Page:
I have been trying to understand es6 arrow function. I read some articles introducing it. But I'am still not getting it fully.

For example I have this code:

sortedArticles(): Article[] {
    return this.articles.sort((a: Article, b: Article) => b.votes -  a.votes);

It sorts the below array:

  new Article('Angular 2', 'http://angular.io', 3),
  new Article('Fullstack', 'http://fullstack.io', 2),
  new Article('Angular Homepage', 'http://angular.io', 1),

How would the same code look in plain old js? I am not able to fully get it.

  • In general ES5: function(a, b) { return a + b} translates to ES6 (a, b) => a + b;. So to fast transform between the two 1. remove function but preserve the brackets with parameters (aside from if you have a single parameter - you can omit the brackets, then). 2. remove the return keyword, if the function is on one line. Keep it otherwise. 3. Remove the { and } brackets if on one line. Keep them otherwise. 4. Done. That's a good rule of thumb to follow most of the time, unless you want to use this`. – vlaz Oct 31 '16 at 12:15
up vote 7 down vote accepted

It would look like this if you just converted the arrow function to a function function:

sortedArticles(): Article[] {
    return this.articles.sort(function(a: Article, b: Article) { return b.votes -  a.votes;});
// ---------------------------^^^^^^^^------------------------^^^-------------------------^^

...but note that there's more going on there than ES2015 ("ES6"). The : Article[] part is saying that sortedArticles returns an array of Article. (And similarly the : Article qualifiers on a and b.) That's not JavaScript at all. It looks like TypeScript.

The pure JavaScript version would just drop those type annotations:

sortedArticles() {
    return this.articles.sort(function(a, b) { return b.votes -  a.votes;});

But TypeScript's "fat arrow" functions work largely the same way ES2015's arrow functions do, so let's continue on the basis that we're talking about ES2015 arrow functions:

There are four fundamental differences1 between arrow functions and function functions:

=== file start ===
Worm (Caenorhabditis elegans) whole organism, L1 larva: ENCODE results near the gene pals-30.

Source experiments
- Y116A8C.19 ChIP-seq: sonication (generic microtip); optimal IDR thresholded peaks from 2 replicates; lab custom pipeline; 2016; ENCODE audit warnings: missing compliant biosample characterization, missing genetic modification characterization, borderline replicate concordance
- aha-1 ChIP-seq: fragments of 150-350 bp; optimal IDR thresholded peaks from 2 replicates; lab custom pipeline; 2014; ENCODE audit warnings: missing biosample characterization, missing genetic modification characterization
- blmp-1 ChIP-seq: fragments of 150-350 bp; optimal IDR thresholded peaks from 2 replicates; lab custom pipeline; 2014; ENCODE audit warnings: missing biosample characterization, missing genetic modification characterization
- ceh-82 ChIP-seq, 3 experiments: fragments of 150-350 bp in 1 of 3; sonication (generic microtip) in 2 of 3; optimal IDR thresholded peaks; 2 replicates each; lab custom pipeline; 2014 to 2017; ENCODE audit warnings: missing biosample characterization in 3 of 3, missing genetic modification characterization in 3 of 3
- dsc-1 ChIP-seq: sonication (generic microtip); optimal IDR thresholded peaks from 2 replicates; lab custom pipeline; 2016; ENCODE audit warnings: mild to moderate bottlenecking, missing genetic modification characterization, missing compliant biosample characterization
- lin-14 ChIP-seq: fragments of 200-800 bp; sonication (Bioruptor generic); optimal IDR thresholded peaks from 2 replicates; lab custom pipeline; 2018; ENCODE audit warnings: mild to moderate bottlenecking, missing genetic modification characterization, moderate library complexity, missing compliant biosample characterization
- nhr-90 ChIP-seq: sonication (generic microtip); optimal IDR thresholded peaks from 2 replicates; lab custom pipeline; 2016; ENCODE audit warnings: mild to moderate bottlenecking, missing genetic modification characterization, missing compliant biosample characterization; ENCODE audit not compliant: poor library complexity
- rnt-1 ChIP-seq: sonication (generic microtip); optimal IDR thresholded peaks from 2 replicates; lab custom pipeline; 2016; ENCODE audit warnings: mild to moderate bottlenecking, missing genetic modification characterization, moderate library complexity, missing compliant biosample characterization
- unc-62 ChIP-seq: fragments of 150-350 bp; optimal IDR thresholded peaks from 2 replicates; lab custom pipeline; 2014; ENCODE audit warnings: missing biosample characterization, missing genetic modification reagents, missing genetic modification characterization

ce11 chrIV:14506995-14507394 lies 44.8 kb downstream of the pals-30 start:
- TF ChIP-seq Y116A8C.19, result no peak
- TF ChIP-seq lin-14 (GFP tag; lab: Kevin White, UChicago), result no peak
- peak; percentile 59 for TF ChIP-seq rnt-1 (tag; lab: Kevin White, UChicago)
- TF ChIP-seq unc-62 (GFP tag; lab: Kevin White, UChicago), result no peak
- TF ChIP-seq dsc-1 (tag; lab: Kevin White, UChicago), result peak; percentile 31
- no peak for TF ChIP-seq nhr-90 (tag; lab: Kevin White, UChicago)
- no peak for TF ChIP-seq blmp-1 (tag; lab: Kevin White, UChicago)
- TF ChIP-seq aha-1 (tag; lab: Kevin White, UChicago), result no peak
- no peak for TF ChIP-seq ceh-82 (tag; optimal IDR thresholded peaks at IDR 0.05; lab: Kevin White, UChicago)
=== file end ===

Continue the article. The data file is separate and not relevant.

1. They close over this, super, and several other things,2 they don't have their own versions of those like function functions do. (A consequence of this is that they can use super if they're defined in a context that can use super, which function functions cannot.)

  2. They can have a concise body rather than a verbose one (but they can have a verbose body as well).

  3. They cannot be used as constructors. E.g., you can't use new with an arrow function. A consequence of this is that arrow functions don't have a prototype property on them (since it's only used if the function is used with new).

  4. There is no generator syntax for arrow functions. E.g., there is no arrow equivalent to function *foo() { ... }.

These three functions are all effectively the same, since they don't use this or arguments:

// A `function` function
var f1 = function(x) {
    return x * 2;

// An arrow function with a verbose body
var f2 = x => {
    return x * 2;

// An arrow function with a concise body
var f3 = x => x * 2;

(If they used this or arguments, they would not be the same.)

Note that the concise body doesn't have a { after the => and must contain a single top-level expression (which can of course have subexpressions), which is used as the return value.

1 You'll find people telling you there's a fifth: That arrow functions cannot have a name. That's a myth. Arrow functions can have names; the arrow functions above have true names, f2 and f3 respectively. It's not just the variables that have names, the functions do as well.

2 Specifically, they close over this, super, arguments (the automatic pseudo-array of runtime arguments), and new.target.

A huge thank you to CodingIntrigue for pointing out several errors and omissions in the earlier versions of this answer.

  • 1
    Yes, it's typescript. The code is from Angular2 project am tinkering with. Your explanation really broke it down to me. I hope this helps others who are facing similar confusions. – esafwan Oct 31 '16 at 17:18

Your Answer


By clicking "Post Your Answer", you acknowledge that you have read our updated terms of service, privacy policy and cookie policy, and that your continued use of the website is subject to these policies.

Not the answer you're looking for? Browse other questions tagged or ask your own question.